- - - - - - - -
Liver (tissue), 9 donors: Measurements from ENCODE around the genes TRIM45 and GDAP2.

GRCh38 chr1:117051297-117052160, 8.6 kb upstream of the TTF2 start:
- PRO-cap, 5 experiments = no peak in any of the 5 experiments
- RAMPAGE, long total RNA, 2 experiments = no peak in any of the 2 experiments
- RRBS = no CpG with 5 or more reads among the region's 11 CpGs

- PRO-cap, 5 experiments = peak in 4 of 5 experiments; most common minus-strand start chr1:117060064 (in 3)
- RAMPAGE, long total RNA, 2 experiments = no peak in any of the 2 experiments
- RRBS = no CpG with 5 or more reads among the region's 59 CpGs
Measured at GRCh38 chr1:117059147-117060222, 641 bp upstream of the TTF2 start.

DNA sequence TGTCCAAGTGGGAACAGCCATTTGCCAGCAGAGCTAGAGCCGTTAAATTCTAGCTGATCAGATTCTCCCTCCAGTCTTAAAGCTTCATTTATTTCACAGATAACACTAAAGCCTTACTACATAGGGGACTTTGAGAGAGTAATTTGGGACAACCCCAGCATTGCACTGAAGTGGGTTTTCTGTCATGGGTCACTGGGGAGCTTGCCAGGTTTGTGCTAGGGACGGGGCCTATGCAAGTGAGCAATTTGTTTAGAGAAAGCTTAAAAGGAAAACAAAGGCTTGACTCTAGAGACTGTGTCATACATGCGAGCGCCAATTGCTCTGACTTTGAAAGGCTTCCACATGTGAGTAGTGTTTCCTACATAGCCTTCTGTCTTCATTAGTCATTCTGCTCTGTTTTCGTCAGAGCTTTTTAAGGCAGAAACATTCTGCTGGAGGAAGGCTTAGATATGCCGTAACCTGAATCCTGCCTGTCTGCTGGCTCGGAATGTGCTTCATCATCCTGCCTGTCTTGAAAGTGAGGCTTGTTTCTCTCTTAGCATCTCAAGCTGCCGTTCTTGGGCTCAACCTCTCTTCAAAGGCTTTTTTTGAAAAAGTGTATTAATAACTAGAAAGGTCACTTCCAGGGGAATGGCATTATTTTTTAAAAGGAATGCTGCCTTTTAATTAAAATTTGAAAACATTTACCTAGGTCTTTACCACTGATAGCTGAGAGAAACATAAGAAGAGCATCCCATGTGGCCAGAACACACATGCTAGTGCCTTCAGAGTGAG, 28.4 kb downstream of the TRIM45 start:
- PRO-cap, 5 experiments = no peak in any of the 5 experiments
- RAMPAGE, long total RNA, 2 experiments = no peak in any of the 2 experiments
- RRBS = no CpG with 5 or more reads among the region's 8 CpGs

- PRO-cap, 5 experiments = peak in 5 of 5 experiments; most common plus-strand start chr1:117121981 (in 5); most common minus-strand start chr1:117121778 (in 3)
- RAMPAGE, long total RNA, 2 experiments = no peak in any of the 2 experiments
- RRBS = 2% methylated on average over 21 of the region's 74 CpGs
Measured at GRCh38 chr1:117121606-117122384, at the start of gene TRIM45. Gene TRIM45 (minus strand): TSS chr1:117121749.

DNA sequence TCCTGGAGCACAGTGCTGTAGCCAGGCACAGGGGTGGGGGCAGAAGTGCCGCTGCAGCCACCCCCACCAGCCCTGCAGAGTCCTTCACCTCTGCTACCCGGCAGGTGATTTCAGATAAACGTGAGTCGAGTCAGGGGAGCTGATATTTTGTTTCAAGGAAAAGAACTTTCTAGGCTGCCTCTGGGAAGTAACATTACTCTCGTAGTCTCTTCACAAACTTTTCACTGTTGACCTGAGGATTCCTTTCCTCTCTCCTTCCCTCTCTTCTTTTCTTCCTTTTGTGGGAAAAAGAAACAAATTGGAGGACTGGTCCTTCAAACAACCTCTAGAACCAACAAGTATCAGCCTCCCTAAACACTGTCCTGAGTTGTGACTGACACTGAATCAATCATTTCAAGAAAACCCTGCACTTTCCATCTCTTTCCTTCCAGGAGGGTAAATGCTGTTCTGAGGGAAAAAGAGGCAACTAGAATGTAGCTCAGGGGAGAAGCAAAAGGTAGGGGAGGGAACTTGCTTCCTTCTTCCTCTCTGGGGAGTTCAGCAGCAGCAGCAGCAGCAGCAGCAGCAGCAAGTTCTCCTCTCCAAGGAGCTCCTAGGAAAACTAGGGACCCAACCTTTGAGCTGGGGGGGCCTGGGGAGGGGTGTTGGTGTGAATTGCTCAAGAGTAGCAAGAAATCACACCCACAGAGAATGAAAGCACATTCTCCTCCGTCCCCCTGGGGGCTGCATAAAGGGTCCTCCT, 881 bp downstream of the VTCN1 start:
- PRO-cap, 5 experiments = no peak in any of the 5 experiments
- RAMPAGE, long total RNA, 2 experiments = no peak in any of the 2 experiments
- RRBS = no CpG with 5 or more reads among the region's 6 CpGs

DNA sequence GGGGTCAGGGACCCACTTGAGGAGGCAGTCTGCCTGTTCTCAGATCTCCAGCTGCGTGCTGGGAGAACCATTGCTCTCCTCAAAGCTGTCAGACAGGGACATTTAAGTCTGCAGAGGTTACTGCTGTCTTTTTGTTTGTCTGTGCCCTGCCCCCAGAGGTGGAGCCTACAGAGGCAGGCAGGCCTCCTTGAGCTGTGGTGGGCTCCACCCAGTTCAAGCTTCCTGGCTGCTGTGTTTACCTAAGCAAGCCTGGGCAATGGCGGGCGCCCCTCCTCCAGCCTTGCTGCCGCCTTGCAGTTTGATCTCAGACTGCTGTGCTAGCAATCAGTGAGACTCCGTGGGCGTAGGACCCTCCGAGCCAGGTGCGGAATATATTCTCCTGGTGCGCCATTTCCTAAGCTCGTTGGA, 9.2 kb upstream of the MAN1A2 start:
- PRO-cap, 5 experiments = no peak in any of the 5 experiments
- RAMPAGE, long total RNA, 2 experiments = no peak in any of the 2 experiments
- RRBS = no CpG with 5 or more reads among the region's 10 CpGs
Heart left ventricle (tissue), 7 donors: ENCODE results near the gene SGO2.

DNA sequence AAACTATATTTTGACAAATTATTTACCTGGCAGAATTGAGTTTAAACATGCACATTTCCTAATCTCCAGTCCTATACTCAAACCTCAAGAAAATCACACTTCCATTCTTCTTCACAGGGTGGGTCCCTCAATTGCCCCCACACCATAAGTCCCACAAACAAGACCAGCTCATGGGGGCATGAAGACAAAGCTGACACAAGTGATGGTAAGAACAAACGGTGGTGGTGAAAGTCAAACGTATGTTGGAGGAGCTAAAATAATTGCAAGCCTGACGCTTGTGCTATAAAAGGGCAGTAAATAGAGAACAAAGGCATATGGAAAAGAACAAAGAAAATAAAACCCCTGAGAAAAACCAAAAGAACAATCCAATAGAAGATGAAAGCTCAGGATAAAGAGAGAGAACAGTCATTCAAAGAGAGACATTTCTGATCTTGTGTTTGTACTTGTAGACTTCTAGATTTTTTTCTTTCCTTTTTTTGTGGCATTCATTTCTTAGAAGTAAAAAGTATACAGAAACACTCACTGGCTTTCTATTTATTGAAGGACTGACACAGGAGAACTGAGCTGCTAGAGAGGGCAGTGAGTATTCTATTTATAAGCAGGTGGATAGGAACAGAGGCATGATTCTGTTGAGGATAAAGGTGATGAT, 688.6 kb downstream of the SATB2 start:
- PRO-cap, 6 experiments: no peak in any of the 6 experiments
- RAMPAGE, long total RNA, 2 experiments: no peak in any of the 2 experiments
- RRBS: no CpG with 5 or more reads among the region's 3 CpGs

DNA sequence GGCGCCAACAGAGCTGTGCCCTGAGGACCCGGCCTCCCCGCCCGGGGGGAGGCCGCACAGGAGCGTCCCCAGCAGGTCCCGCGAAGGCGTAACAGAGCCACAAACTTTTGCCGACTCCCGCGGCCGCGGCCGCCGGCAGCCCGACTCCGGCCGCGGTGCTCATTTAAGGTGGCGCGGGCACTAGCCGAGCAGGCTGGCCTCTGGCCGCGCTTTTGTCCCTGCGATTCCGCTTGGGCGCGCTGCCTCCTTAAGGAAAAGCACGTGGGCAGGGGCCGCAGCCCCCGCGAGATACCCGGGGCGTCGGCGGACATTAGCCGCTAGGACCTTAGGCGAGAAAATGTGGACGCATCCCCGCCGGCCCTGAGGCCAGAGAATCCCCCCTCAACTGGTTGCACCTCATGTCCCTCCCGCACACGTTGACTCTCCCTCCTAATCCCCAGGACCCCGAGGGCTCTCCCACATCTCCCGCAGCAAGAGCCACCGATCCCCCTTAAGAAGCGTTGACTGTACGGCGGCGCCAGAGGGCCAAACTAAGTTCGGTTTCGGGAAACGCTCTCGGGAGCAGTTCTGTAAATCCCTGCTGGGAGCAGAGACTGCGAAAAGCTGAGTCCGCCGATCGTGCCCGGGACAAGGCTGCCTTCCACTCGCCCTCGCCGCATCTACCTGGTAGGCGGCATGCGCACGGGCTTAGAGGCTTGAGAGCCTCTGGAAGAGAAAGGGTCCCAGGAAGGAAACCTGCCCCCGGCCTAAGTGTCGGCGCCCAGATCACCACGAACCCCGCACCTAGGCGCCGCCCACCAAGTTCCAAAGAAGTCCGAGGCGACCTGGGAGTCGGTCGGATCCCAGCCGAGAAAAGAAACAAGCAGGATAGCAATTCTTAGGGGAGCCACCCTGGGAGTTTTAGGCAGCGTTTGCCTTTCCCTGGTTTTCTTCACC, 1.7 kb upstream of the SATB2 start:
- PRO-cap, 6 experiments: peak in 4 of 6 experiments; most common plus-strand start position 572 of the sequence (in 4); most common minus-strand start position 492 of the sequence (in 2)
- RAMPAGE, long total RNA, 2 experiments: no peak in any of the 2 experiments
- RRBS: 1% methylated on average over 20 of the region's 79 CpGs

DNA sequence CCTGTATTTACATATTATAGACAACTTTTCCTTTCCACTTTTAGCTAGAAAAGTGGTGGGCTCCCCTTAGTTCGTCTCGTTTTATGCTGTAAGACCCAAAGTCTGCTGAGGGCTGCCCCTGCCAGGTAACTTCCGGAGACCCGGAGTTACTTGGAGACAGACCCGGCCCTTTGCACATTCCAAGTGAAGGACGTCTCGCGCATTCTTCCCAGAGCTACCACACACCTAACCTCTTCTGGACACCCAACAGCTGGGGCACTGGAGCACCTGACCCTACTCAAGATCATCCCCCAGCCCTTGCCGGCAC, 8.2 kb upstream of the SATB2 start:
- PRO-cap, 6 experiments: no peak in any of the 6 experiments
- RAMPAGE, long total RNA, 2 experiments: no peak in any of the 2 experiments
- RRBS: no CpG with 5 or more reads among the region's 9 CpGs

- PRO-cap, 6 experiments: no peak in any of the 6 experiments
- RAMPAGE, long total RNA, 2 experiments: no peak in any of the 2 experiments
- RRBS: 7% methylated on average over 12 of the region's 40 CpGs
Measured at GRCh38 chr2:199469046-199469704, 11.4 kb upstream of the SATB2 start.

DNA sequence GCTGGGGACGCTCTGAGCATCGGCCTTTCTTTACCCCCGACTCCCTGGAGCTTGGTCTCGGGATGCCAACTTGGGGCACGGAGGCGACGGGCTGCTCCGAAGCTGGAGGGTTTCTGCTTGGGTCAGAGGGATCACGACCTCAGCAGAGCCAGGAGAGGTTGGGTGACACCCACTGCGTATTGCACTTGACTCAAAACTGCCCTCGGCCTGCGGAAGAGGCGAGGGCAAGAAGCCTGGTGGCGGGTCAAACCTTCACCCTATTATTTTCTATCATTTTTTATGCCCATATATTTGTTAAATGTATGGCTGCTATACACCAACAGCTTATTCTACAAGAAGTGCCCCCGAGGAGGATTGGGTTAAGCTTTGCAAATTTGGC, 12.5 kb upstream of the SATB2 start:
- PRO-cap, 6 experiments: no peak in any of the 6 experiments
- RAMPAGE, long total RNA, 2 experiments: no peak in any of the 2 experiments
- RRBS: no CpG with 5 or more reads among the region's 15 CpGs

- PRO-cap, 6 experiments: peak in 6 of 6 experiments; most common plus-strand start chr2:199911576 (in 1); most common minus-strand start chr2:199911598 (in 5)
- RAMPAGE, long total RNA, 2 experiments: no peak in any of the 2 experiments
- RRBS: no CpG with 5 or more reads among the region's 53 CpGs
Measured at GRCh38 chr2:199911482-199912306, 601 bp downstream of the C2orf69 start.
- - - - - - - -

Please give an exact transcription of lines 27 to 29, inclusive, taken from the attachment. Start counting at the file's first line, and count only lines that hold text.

DNA sequence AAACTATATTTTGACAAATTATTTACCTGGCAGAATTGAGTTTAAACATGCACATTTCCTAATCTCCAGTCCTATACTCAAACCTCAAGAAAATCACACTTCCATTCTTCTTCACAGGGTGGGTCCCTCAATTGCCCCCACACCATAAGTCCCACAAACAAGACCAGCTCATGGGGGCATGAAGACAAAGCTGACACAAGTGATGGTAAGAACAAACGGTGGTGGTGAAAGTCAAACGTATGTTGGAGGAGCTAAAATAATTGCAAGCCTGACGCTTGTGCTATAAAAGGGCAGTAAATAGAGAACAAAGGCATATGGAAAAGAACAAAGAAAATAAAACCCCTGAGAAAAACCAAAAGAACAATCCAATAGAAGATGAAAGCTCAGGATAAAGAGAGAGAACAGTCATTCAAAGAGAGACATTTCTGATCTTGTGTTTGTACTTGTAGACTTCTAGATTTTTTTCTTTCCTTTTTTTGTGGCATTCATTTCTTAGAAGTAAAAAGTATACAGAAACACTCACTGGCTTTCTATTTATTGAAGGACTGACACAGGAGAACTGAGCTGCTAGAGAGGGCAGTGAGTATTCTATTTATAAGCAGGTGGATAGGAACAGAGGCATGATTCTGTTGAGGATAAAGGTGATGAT, 688.6 kb downstream of the SATB2 start:
- PRO-cap, 6 experiments: no peak in any of the 6 experiments
- RAMPAGE, long total RNA, 2 experiments: no peak in any of the 2 experiments